• Help
  • All about Lancets & Your Lancet Device

All about Lancets & Your Lancet Device

  • Last updated December 2, 2017

Where can I get lancets?

Lancets are very easy to find and inexpensive to purchase at any local pharmacy or drugstore. When seeking lancets, buy a brand that works with generic device, usually called a universal lancet, and is twist-top.

Most 28- 30 gauge lancets fit our meter. We’ve tried the following brands and all of them fit the Keto-Mojo meter:

    • TRUEplus Universal Twist top
    • EasyTouch Twist Lancets
    • One Step Twist Top Single Use Lancets
    • Fora Lancets 

How many times can I use a lancet?

We highly recommend using each lancet only a single time because it is safer and less painful. A lancet is only sterile for the first use. Every time you use the lancet, it gets a little bit more dull. And, a dirty lancet could contaminate your test results.

Fortunately, lancets are easy to find and very affordable.

How do I use the lancet device?

Our lancet device, which comes with every Keto-Mojo kit, looks like a fat pen and is your tool for getting the blood sample you need for a Keto-Mojo glucose or ketone test. Using it is quite easy. So much so that you can learn pretty much everything you need to know by watching this short video! If you still need some tips after watching the video, read on.

  1. Prepare your sample site: Before you test, wash your hands with warm, soapy water. Rinse and dry with a clean paper towel. Alternatively, you can use an alcohol swab to cleanse the area you plan to draw blood from and let it dry.
  2. Remove the white cap on of the Keto-Mojo lancet device by twisting it to the right.
  3. Insert a sterile lancet into the lancing device: Insert the lancet into the holder and push in firmly. Twist the protective disk on top until it separates from the lancet and save the disk for helping with safe lancet disposal later. Do not twist the lancet. You may need to straighten the lancet manually.
  4. Replace the cap of  lancet device by snapping it back on to the left.  It may seem like it won’t snap. This is normal,  just twist.
  5. Adjust the depth setting: The lancet device has six puncture-depth settings,  Smaller numbers are for a shallower puncture, and larger numbers are for a deeper puncture. Shallower punctures work for children and some adults. Deeper punctures work well for people with thick or callused skin. Twist the cap to set the device to your preferred setting. A shallower puncture may be less painful. Try a shallower setting first and increase the depth until you find the one deep enough to get a blood sample with enough volume.
  6. Prepare the lancing device for activation: Pull the grey knob at the end of the device until it clicks. You will see an orange color in the button on the side of the of the lancet device.
  7. Puncture your finger: Hold the lancet device firmly against the side of your finger. Press the clear button on the side of the device (with the orange glow) to initiate a quick, relatively painless puncture.  Remove the lancing device from your finger.
  8. Get a round drop of blood: Gently squeeze or massage your fingertip until a round drop of blood appears on your fingertip. If the blood smears or runs, do not use that sample. Dry the area and gently squeeze another drop of blood or puncture a new site.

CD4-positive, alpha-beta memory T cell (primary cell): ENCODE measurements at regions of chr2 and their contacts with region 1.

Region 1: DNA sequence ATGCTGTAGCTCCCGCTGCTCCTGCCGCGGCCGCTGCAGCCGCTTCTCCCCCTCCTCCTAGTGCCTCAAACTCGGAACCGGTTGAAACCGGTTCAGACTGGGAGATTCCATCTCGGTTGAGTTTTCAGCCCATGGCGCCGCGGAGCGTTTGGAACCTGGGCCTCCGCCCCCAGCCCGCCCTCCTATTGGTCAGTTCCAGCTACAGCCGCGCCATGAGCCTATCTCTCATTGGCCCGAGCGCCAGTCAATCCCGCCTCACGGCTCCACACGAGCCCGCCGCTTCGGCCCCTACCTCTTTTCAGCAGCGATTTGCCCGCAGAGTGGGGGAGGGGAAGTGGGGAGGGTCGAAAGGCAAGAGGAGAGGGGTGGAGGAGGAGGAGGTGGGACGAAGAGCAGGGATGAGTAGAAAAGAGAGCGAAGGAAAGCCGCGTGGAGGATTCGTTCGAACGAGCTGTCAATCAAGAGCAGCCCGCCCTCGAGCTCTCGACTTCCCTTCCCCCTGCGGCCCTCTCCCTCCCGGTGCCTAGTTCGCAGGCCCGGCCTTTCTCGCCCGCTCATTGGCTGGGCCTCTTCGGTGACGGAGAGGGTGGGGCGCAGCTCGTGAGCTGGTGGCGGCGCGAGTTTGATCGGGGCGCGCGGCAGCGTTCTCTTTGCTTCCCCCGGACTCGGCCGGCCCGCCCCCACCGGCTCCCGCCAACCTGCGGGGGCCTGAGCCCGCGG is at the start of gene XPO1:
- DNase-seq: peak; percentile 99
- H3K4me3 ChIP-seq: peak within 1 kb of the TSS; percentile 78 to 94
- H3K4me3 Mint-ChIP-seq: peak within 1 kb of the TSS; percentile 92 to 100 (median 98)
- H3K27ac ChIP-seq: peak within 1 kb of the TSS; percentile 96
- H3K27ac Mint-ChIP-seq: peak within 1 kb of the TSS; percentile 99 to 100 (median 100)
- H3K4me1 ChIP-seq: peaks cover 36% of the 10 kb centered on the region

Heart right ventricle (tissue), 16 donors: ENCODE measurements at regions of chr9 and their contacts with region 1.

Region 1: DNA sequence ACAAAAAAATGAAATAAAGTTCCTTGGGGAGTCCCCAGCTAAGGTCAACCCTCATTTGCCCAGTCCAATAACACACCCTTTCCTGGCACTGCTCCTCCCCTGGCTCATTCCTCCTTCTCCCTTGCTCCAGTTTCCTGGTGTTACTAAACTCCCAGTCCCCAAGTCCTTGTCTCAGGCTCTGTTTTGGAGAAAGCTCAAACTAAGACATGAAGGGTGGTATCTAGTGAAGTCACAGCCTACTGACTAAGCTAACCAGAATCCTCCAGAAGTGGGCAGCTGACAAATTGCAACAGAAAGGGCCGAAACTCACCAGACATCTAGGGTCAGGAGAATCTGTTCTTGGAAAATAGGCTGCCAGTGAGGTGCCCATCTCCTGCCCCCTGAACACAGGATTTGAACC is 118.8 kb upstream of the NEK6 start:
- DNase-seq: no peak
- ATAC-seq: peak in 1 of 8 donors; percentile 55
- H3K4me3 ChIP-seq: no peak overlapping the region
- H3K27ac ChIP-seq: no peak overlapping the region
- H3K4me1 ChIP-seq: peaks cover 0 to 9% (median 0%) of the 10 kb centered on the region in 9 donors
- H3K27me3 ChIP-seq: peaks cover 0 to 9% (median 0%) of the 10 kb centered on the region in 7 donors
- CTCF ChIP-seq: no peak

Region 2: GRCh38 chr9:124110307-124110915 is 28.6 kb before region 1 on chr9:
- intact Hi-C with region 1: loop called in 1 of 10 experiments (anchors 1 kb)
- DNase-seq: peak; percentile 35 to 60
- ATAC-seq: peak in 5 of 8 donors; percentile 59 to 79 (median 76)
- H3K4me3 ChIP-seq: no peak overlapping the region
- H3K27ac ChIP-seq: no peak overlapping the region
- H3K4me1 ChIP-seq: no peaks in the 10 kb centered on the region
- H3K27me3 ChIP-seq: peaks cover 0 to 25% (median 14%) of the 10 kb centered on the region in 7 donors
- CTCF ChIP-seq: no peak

Where to draw your blood sample

Tips for getting better blood flow

How do I properly dispose of my used lancets?

According to the Environmental Protection Agency, lancets are medical wastes called “sharps.” Sharps can be dangerous to those handling garbage, if the sharps are thrown in the regular trash. ”Sharps boxes” are recommended for home use. Many pharmacies sell sharps boxes at reasonable prices and will allow you to return the boxes when they’re full.

General Guidelines for Sharps Disposal

    • Use a sharps box if one is available. Some hospitals and clinics also provide or sell sharps boxes.
    • If you don’t have a sharps box, use a hard (puncture-proof) non-clear container for storing used lancets.
    • When your container is full, dispose of the lancets at a local pharmacy, hospital, or clinic. (See below for more disposal information.)
    • When traveling, it’s still important to properly dispose of your lancets as suggested above, or bring your used sharps home for disposal.

Safety Precautions

    • Do not drop your used  lancets into the regular trash.
    • Do not use clear plastic bottles for lancet disposal.
    • Do not put plastic bottles filled with lancets in recycle bins.

Per the CDC, as of now, each state and region has its own rules for disposing of syringes, pen needles, lancets, and blood strips. To learn more about the regulations, you can check with your refuse company or the local waste authority. For additional information about how to safely dispose of your medical waste in your neighborhood, visit the Center of Disease Control and Prevention official website.

But in general, never dispose of medical waste directly in usual trash bins or public trash areas. Even when you are traveling, please use proper containers to collect your medical waste. Regarding test-strip disposal, patients typically dispose of them in the same bio-waste container as other medical waste items. Some like to keep the blood glucose test strips in a sealed bag and then place them in the sharps container. Sometimes, your community may have dedicated collection sites for filled sharp containers. Some of these locations that may collect them include police stations, fire departments, doctors’ offices, health clinics, health departments, pharmacies, and hospitals.

Did we answer your question?


Get our FREE keto recipe eBook and email newsletter!

We create truly outstanding keto recipes, test them to make sure they'll work in your kitchen, and deliver them straight to you!